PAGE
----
How to Take Photographs for Use with Identification

Help with identifying the species your ants

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How to Take Photographs for Use with Identification

Post: # 14088Post Batspiderfish
Tue Oct 18, 2016 6:04 pm

How to embed photographs:
How to embed YouTube videos:

While myrmecologists largely depend on wordy descriptions and keys to make proper identifications, these are written by trained professionals with an excellent grasp of ant anatomy. If you are not one of these people, then we absolutely need photographs to make an ID. Videos should be avoided, because the image quality is often low and it is too difficult to crop or zoom.

Now, I know that ants are small creatures. Some ants are so tiny that you probably can't see them too well without a microscope. You do not, however, need a macro lens to take good pictures of ants:

For cameras, reversing most any normal lens on an SLR will unlock impressive macro capabilities. SLR's and cameras with built-in lenses can use the twin coupling method, which only requires a similarly sized lens and some way to attach it to the front the primary lens (i.e. an appropriately-sized coupling ring, although I've done this with electrical tape and rubber bands before).

For phones, you can use the lens coupling principle, buy a macro adapter, scavenge a lens from a laser pointer, or use a water droplet. Some phones will have decent macro capabilities out of the box, thanks to their wide-angle lens.

Ok! Now, the second most important part of good close-up images is proper lighting. Don't use normal incandescent/CFL bulbs to light your macro photos: Use a flash, use natural daylight, high-intensity LED's, or some other bright source. Queens don't like light very much, but one 5-minute session of bright light is not going to harm them.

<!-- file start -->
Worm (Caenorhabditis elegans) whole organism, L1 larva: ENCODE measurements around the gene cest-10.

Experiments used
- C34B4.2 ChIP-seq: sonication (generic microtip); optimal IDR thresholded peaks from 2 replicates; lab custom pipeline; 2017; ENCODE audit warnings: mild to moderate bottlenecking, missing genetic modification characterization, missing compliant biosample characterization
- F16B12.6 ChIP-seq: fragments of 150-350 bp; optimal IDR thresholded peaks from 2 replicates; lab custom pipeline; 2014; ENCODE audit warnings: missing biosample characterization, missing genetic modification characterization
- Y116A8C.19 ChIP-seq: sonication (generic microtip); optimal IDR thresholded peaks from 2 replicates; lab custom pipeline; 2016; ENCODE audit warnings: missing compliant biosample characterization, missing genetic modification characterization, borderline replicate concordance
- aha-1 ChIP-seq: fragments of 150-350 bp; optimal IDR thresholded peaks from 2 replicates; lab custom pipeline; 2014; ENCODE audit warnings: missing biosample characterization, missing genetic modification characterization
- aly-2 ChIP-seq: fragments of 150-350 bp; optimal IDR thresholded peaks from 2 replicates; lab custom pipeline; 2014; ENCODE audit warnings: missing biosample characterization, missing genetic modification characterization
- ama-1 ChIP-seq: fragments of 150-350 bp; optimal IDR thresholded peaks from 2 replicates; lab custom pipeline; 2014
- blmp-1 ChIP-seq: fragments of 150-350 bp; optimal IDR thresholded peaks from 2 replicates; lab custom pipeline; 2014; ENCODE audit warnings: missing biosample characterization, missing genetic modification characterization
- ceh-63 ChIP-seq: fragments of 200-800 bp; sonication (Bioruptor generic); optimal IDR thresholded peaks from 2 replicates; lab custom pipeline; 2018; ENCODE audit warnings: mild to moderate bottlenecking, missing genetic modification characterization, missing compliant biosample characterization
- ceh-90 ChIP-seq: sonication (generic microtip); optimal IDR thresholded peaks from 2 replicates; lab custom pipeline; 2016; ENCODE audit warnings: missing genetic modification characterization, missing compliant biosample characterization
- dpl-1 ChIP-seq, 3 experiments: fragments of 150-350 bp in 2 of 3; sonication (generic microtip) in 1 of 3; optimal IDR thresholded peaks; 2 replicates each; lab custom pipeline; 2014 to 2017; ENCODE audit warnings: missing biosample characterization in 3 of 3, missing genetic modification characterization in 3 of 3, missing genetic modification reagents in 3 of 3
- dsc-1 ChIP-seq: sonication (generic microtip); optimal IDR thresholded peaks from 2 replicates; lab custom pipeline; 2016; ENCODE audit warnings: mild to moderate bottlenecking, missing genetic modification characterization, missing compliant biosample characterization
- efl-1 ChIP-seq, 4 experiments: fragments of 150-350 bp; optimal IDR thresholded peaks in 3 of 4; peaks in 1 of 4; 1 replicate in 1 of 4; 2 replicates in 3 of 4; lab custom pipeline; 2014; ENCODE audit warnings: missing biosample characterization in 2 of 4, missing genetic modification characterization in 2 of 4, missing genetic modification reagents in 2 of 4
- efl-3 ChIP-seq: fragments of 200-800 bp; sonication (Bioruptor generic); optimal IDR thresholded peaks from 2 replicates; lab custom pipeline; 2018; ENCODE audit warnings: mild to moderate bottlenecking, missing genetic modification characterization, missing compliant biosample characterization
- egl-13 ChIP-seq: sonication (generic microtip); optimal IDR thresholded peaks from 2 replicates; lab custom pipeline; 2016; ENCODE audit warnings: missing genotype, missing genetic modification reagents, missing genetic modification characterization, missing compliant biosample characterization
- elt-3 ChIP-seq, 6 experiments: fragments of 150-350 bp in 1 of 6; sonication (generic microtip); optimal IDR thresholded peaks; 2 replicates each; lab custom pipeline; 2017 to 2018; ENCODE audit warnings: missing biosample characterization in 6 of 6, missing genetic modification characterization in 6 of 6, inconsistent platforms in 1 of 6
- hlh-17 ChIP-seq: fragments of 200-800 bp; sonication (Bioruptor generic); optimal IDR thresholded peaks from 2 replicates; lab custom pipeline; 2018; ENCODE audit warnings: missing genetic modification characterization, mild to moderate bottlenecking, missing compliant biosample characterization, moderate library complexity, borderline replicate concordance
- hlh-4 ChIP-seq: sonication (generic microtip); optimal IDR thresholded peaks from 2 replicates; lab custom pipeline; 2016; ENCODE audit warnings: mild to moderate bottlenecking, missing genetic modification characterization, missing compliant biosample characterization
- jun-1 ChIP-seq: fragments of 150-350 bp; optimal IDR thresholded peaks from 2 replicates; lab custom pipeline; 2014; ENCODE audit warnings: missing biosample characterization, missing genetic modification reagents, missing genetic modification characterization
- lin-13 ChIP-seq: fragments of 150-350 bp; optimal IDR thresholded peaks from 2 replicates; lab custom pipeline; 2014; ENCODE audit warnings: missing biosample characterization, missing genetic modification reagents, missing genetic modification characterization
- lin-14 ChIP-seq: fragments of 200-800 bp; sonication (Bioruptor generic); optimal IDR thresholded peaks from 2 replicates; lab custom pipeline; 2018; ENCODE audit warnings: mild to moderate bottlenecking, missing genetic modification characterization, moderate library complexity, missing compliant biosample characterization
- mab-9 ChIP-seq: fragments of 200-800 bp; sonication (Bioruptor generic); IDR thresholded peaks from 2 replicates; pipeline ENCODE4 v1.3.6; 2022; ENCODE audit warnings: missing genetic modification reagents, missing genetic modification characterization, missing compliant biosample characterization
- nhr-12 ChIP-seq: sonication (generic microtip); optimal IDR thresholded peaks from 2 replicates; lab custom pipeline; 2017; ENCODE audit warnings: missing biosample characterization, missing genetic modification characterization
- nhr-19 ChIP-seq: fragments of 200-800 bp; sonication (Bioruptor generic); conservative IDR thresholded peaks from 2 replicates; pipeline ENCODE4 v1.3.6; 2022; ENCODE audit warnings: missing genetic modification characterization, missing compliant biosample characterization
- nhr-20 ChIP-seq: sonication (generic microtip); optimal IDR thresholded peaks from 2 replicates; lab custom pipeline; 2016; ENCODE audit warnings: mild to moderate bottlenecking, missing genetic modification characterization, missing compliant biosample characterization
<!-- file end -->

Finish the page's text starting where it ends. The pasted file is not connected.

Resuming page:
Make sure that the background contrasts with the ant you are photographing! If you are taking pictures of a brown ant in front of a brown background, we might miss out on a lot of details! When you take the photographs, make sure that the ants are in-focus! It really doesn't matter how close you're getting if nobody can see the ant clearly to begin with! Don't bother submitting photos where the ant is out of focus, partially out of view, or otherwise obscured.

Look how close this person got! Just, no -- don't do this to us. If your picture looks fuzzy like this, try again and back up a little if you need to.

Here is a picture of a similar species to the queen above. While it is not particularly close, we can at least see the shape of the queen clearly, and most of us could probably recognize the genus.

To make it even better, crop out all the worthless space. With adequate resolution, you can even use cropping to get the same magnification that was impossible to achieve by being physically closer:

Now that we know about image quality, what sort of photographs do we take?

Let me start off by saying that unless you are taking pictures of the bottom of the head, do not use underneath-shots of ants for identification purposes. There is very little down there that can be used for ID. For inspiration, do it similarly to

Pictures of the front of the head!
Pictures of the profile of the body!
Pictures of the top of the body!

These basic angles will be enough to identify most ants. Depending on the genus, somebody may ask for more specific pictures, but photographs like those will generally get the job done!

So, in closing, get as close as you can while retaining a clean, usable picture.
Use adequate light to show off fine details like scultping and hair coverage.
Take multiple pictures of the queen from multiple angles, including the front of the head, the side of the body, and the top of the body.
Rules & Requirements for Identification:

How to take pictures for identification:

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Re: How to Take Photographs for Use with Identification

Post: # 14115Post Jharrell23867
Wed Oct 19, 2016 1:48 am

This should probably get a sticky... Great thread...
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Camponotus Castaneus (currently in founding stage)
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